*                from the server.
     * @param offset The starting position at {@code incoming} of the bytes to use.
     * @param len The number of bytes from {@code incoming} to use.
     * @return A non-null byte array containing the decoded bytes.
     * @exception SaslException if {@code incoming} cannot be successfully
     * unwrapped.
     * @exception IllegalStateException if the authentication exchange has
     * not completed, or  if the negotiated quality of protection
     * has neither integrity nor privacy.
     */
    public abstract byte[] unwrap(byte[] incoming, int offset, int len)
        throws SaslException;

    /**
     * Wraps a byte array to be sent to the server.
     * This method can be called only after the authentication exchange has
     * completed (i.e., when {@code isComplete()} returns true) and only if
     * the authentication exchange has negotiated integrity and/or privacy
     * as the quality of protection; otherwise, an
     * {@code IllegalStateException} is thrown.
     *<p>
     * The result of this method will make up the contents of the SASL buffer
     * as defined in RFC 2222 without the leading four octet field that
     * represents the length.
     * {@code offset} and {@code len} specify the portion of {@code outgoing}
     * to use.
     *
     * @param outgoing A non-null byte array containing the bytes to encode.
     * @param offset The starting position at {@code outgoing} of the bytes to use.
     * @param len The number of bytes from {@code outgoing} to use.
     * @return A non-null byte array containing the encoded bytes.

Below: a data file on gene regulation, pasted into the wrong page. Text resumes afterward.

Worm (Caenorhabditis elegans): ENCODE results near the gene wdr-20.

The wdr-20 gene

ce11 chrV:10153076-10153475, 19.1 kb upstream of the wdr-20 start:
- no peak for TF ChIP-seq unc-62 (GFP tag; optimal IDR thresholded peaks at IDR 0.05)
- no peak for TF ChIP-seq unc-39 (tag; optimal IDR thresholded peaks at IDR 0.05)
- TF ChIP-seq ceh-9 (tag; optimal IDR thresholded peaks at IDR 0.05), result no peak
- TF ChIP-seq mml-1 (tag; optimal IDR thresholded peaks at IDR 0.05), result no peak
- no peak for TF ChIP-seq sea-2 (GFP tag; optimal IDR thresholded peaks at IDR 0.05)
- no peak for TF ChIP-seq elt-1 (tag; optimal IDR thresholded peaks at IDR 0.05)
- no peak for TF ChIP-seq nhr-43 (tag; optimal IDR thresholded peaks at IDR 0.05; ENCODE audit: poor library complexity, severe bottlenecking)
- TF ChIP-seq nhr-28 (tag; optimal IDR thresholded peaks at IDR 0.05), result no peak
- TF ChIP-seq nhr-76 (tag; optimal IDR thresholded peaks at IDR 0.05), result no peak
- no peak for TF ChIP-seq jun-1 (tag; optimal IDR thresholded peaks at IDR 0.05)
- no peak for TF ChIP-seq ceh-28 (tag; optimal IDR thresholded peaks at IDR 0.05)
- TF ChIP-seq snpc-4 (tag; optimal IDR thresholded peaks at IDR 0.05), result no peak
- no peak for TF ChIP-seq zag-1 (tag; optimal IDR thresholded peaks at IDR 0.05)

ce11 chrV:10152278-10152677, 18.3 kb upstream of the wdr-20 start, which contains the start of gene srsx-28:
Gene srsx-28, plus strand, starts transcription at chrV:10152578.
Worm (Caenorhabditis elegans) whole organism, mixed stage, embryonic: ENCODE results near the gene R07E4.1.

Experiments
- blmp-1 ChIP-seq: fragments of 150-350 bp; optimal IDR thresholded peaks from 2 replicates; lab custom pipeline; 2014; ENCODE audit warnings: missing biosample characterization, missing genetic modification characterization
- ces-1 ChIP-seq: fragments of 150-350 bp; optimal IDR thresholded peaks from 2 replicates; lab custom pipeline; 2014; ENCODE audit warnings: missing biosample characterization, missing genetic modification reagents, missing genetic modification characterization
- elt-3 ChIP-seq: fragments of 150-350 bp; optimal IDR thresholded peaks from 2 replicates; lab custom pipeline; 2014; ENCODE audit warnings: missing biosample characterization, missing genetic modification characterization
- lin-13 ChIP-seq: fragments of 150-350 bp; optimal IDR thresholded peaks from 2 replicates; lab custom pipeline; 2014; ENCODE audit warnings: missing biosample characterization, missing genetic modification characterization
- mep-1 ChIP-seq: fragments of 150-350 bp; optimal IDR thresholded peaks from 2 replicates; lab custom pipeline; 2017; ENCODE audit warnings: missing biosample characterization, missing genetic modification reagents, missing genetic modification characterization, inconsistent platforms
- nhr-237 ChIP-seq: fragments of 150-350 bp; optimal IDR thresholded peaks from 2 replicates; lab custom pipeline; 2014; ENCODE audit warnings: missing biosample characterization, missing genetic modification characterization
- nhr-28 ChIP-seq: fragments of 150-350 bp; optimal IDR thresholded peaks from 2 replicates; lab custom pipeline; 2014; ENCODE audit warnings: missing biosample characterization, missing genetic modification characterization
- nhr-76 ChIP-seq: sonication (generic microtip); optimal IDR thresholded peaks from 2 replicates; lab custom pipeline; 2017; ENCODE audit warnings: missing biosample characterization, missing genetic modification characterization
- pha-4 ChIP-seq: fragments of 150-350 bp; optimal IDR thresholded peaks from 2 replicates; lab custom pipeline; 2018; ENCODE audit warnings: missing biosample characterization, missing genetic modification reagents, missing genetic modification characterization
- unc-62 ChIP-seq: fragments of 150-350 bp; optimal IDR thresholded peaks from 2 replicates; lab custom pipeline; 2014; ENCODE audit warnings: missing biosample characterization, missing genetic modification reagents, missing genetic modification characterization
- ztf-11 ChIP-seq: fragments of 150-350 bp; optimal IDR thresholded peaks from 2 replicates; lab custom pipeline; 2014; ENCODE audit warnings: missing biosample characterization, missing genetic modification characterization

* @exception SaslException if {@code outgoing} cannot be successfully
     * wrapped.
     * @exception IllegalStateException if the authentication exchange has
     * not completed, or if the negotiated quality of protection
     * has neither integrity nor privacy.
     */
    public abstract byte[] wrap(byte[] outgoing, int offset, int len)
        throws SaslException;

    /**
     * Retrieves the negotiated property.
     * This method can be called only after the authentication exchange has
     * completed (i.e., when {@code isComplete()} returns true); otherwise, an
     * {@code IllegalStateException} is thrown.
     * <p>
     * The {@link Sasl} class includes several well-known property names
     * (For example, {@link Sasl#QOP}). A SASL provider can support other
     * properties which are specific to the vendor and/or a mechanism.
     *
     * @param propName The non-null property name.
     * @return The value of the negotiated property. If null, the property was
     * not negotiated or is not applicable to this mechanism.
     * @exception IllegalStateException if this authentication exchange
     * has not completed
     */

    public abstract Object getNegotiatedProperty(String propName);

     /**
      * Disposes of any system resources or security-sensitive information
      * the SaslClient might be using. Invoking this method invalidates
      * the SaslClient instance. This method is idempotent.
      * @throws SaslException If a problem was encountered while disposing
      * the resources.
      */
    public abstract void dispose() throws SaslException;
}

javax/security/sasl/SaslClient.java